Iwakuni becomes the first airbase outside the U.S. to host a permanent deployment of US military F-35 stealth jets.
On Jan. 9, 2017, Marine Fighter Attack Squadron 121 (VMFA-121), an F-35B squadron with 3rd Marine Aircraft Wing, departed MCAS (Marine Corps Air Station) Yuma, Arizona, for relocation to MCAS Iwakuni, Japan, in what is the first deployment of the U.S. Joint Strike Fighter outside of CONUS (Continental US).
Formerly a 3rd MAW F/A-18 Hornet squadron, the VMFA-121 “Green Knights” was re-designated as the Corps’ first operational F-35 squadron on Nov. 20, 2012. About three years later, on Jul. 31, 2015, IOC (Initial Operational Capability) was declared and in December 2015, the Squadron flew its F-35Bs in support of Exercise Steel Knight, “a combined-arms live-fire exercise which integrates capabilities of air and ground combat elements to complete a wide range of military operations in an austere environment to prepare the 1st Marine Division for deployment as the ground combat element of a Marine Air-Ground Task Force.”
In October 2016, a contingent of 12 F-35Bs took part in Developmental Test III aboard USS Amerca followed by the Lightning Carrier “Proof of Concept” demonstration on the carrier on Nov. 19, 2016.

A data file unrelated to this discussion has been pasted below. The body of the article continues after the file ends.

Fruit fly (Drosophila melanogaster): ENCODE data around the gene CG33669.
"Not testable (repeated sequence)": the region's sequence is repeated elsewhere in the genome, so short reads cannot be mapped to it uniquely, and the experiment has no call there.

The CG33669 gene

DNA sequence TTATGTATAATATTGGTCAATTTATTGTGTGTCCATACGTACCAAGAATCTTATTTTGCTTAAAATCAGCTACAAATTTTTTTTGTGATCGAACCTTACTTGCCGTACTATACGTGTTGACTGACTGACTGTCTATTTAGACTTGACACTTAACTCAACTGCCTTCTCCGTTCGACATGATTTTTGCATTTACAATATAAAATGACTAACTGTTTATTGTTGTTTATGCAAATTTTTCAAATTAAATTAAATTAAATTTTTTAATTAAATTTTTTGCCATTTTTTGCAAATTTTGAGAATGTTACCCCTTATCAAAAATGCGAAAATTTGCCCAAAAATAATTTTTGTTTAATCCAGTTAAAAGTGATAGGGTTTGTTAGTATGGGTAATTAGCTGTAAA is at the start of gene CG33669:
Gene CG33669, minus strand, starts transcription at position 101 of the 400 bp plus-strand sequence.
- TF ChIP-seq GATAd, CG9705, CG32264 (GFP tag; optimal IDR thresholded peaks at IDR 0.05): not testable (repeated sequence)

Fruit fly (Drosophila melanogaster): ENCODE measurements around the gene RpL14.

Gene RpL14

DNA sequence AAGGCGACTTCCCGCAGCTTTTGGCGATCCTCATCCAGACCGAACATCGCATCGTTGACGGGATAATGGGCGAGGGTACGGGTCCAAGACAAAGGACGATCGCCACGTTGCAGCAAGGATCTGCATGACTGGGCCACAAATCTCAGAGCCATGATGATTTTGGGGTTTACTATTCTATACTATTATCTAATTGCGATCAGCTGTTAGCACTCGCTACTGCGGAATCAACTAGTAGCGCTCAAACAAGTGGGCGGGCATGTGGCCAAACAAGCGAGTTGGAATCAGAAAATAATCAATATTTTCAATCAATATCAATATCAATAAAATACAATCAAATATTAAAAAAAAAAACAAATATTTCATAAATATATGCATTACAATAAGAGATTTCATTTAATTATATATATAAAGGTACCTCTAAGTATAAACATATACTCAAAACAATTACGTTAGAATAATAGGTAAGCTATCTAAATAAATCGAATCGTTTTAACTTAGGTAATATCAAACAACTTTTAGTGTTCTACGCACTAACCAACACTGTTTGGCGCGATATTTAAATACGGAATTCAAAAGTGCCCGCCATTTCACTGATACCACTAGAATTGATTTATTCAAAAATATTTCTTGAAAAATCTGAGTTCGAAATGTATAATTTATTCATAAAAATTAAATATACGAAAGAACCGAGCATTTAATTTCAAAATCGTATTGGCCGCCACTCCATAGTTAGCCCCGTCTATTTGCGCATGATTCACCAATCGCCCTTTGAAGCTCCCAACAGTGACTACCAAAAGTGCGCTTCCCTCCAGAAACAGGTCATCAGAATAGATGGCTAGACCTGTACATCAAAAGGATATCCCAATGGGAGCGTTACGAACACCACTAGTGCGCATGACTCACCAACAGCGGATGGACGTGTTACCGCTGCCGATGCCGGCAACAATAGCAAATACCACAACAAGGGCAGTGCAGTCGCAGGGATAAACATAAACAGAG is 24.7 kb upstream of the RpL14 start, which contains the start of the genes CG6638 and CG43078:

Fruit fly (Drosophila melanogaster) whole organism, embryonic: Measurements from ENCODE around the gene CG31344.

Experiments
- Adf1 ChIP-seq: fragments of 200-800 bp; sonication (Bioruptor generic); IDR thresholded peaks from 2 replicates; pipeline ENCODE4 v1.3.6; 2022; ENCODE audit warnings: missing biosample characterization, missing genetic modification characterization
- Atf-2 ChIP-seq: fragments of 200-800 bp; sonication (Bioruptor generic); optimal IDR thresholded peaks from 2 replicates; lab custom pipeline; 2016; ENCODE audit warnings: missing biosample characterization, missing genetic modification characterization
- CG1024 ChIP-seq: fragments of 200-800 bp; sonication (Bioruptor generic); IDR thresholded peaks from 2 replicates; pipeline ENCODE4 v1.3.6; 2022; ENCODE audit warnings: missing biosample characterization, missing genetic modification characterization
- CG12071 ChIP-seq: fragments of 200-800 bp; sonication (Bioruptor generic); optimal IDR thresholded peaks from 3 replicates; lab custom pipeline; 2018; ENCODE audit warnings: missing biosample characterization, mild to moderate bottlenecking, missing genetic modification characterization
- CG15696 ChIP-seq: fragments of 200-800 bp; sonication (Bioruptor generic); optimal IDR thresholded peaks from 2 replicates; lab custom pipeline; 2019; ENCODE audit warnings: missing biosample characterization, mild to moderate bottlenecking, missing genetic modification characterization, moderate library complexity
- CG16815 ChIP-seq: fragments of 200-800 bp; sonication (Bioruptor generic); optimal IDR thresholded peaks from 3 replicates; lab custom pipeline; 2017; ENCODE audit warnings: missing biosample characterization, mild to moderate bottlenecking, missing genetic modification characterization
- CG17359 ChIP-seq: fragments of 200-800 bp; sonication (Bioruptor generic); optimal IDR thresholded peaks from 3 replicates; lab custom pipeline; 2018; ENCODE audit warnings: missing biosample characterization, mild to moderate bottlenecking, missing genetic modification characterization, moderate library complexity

During the POC, the aircraft proved it can operate at-sea, employing a wide array of weapons loadouts with the newest software variant, so much so, some of the most experienced F-35B voiced their satisfaction for the way the aircraft is performing: “the platform is performing exceptionally,” they said.
The first two F-35B deployments aboard U.S. Navy amphibious carriers will take place in 2018.
NORTH PACIFIC OCEAN – An F-35B from Marine Fighter Attack Squadron (VMFA) 121, 3rd Marine Aircraft Wing, refuels in flight while transiting the Pacific from Marine Corps Air Station Yuma, Ariz., to Joint Base Elmendorf-Richardson, Alaska, Jan. 9, 2017, with its final destination of Iwakuni, Japan. VMFA-121 is the first operational F-35B squadron assigned to the Fleet Marine Force, with its relocation to 1st Marine Aircraft Wing at Iwakuni. The F-35B was developed to replace the Marine Corps’ F/A-18 Hornet, AV-8B Harrier and EA- 6B Prowler. The Short Take-off Vertical Landing (STOVL) aircraft is a true force multiplier. The unique combination of stealth, cutting-edge radar and sensor technology, and electronic warfare systems bring all of the access and lethality capabilities of a fifth-generation fighter, a modern bomber, and an adverse-weather, all-threat environment air support platform.
During Flying The Barn exercise U.S. Marine Light Attack Helicopter Squadron 369 launched a unique assault formation made of AH-1Z Viper attack and UH-1Y Venom tactical transport helicopters.